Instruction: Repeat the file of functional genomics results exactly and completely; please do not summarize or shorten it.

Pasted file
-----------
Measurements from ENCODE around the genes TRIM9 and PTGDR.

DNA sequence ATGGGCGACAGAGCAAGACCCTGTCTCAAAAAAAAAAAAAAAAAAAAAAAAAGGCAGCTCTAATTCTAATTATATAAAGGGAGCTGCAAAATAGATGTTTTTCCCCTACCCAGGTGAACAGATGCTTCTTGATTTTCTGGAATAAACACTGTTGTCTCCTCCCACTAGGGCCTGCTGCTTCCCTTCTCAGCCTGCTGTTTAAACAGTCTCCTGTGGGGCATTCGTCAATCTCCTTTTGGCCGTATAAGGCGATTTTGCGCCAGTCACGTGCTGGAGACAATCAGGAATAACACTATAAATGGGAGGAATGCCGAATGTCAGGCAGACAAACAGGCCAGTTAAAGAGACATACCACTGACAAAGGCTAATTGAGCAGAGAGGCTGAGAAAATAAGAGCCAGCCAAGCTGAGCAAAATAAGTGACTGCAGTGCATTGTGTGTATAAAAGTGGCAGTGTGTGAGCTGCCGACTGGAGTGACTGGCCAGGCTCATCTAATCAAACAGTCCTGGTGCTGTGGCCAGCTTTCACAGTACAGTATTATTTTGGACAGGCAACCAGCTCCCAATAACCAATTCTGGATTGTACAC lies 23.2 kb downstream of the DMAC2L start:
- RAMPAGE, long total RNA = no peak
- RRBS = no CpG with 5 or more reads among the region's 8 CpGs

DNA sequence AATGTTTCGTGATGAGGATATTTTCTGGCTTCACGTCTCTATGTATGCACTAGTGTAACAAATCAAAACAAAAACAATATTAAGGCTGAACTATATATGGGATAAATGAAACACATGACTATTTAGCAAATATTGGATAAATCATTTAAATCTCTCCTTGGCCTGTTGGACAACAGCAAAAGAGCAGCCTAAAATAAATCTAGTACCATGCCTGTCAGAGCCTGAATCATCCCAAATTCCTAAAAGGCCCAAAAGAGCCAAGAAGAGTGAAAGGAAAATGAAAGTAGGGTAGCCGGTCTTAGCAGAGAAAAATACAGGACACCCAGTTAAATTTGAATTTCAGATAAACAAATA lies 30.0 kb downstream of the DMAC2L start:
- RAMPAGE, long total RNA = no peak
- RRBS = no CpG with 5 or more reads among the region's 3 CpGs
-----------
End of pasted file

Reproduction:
Measurements from ENCODE around the genes TRIM9 and PTGDR.

DNA sequence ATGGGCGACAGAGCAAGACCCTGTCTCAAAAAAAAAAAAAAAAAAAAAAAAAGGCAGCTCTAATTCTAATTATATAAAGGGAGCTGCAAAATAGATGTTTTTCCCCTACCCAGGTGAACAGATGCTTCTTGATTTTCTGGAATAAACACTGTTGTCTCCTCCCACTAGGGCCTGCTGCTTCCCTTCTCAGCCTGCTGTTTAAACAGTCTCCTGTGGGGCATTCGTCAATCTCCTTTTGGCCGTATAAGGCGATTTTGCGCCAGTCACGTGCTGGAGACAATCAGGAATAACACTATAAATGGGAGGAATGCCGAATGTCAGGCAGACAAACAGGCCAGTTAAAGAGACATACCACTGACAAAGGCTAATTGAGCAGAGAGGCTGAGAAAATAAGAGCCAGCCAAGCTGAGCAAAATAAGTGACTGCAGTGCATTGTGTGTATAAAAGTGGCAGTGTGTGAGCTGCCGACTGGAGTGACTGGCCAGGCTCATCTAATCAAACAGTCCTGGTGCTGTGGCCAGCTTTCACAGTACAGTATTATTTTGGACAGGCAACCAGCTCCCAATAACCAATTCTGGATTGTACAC lies 23.2 kb downstream of the DMAC2L start:
- RAMPAGE, long total RNA = no peak
- RRBS = no CpG with 5 or more reads among the region's 8 CpGs

DNA sequence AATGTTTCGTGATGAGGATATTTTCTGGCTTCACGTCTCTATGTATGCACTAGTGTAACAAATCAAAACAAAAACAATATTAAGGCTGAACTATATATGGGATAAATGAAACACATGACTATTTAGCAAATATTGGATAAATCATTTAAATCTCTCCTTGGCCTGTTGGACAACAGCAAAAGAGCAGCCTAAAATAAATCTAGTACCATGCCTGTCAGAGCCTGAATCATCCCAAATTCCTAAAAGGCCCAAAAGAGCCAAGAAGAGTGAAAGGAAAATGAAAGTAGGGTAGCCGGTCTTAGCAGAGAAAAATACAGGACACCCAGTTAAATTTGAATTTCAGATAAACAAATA lies 30.0 kb downstream of the DMAC2L start:
- RAMPAGE, long total RNA = no peak
- RRBS = no CpG with 5 or more reads among the region's 3 CpGs